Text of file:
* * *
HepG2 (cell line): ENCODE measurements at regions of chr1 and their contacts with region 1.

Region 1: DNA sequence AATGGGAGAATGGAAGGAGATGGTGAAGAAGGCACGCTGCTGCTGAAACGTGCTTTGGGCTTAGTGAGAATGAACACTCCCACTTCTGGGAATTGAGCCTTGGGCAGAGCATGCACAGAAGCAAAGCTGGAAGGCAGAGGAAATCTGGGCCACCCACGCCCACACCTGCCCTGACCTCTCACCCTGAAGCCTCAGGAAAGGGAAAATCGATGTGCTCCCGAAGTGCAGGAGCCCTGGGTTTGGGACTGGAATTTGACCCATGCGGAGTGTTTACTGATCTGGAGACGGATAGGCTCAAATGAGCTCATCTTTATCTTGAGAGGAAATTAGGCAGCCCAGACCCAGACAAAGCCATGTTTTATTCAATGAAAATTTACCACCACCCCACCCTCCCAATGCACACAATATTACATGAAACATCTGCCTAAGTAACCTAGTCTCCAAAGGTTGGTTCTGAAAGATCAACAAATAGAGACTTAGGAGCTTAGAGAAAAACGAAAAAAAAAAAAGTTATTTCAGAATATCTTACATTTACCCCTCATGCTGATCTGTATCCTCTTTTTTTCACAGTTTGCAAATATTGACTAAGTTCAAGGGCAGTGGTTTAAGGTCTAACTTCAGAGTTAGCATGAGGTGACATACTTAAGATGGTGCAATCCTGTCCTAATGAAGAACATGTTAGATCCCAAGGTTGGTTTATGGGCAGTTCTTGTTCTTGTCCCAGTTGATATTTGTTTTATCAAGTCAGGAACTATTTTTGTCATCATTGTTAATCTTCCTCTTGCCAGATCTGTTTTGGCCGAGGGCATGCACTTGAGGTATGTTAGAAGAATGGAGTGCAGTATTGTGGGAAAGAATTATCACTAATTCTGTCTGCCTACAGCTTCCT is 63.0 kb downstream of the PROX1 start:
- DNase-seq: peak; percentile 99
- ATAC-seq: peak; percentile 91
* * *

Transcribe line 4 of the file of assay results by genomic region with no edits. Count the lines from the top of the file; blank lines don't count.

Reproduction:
- ATAC-seq: peak; percentile 91